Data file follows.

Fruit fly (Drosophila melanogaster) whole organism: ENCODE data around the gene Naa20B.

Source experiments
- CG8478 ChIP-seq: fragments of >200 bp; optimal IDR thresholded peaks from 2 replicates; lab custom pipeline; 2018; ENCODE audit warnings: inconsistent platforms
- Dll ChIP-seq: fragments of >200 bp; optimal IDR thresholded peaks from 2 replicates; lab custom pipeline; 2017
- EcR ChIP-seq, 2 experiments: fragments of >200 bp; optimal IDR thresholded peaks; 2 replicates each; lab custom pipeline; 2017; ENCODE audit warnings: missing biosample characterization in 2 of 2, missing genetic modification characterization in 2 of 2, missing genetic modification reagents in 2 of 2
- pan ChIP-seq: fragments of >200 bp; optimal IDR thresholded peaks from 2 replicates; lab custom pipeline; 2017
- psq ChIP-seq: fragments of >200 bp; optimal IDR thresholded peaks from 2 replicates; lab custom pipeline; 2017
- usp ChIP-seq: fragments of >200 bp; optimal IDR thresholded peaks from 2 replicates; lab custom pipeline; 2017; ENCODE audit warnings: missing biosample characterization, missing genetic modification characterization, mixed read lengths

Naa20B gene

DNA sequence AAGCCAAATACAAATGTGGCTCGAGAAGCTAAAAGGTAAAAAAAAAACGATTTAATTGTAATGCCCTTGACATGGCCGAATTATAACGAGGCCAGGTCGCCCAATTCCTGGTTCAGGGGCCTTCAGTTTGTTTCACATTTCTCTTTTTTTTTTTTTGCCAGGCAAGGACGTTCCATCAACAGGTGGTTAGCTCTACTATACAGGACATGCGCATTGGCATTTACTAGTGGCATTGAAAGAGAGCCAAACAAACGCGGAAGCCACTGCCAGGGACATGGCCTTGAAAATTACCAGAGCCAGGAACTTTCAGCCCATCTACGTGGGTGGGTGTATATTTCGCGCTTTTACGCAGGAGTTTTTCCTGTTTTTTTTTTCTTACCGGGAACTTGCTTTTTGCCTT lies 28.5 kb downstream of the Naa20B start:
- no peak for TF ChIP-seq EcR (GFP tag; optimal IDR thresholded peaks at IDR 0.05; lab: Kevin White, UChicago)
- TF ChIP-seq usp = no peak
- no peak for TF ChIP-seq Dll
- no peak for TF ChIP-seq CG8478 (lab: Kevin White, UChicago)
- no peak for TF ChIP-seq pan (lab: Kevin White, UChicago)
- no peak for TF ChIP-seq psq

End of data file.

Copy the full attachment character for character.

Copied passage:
Fruit fly (Drosophila melanogaster) whole organism: ENCODE data around the gene Naa20B.

Source experiments
- CG8478 ChIP-seq: fragments of >200 bp; optimal IDR thresholded peaks from 2 replicates; lab custom pipeline; 2018; ENCODE audit warnings: inconsistent platforms
- Dll ChIP-seq: fragments of >200 bp; optimal IDR thresholded peaks from 2 replicates; lab custom pipeline; 2017
- EcR ChIP-seq, 2 experiments: fragments of >200 bp; optimal IDR thresholded peaks; 2 replicates each; lab custom pipeline; 2017; ENCODE audit warnings: missing biosample characterization in 2 of 2, missing genetic modification characterization in 2 of 2, missing genetic modification reagents in 2 of 2
- pan ChIP-seq: fragments of >200 bp; optimal IDR thresholded peaks from 2 replicates; lab custom pipeline; 2017
- psq ChIP-seq: fragments of >200 bp; optimal IDR thresholded peaks from 2 replicates; lab custom pipeline; 2017
- usp ChIP-seq: fragments of >200 bp; optimal IDR thresholded peaks from 2 replicates; lab custom pipeline; 2017; ENCODE audit warnings: missing biosample characterization, missing genetic modification characterization, mixed read lengths

Naa20B gene

DNA sequence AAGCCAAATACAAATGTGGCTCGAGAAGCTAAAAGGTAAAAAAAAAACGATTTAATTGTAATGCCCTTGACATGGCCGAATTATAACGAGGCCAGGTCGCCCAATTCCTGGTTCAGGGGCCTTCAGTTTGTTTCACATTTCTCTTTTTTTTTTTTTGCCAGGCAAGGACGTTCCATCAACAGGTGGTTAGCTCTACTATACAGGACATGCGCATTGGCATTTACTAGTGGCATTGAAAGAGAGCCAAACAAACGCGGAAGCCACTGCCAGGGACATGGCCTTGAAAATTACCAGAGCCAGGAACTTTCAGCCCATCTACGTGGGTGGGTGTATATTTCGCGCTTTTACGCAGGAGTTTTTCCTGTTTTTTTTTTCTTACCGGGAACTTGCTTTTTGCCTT lies 28.5 kb downstream of the Naa20B start:
- no peak for TF ChIP-seq EcR (GFP tag; optimal IDR thresholded peaks at IDR 0.05; lab: Kevin White, UChicago)
- TF ChIP-seq usp = no peak
- no peak for TF ChIP-seq Dll
- no peak for TF ChIP-seq CG8478 (lab: Kevin White, UChicago)
- no peak for TF ChIP-seq pan (lab: Kevin White, UChicago)
- no peak for TF ChIP-seq psq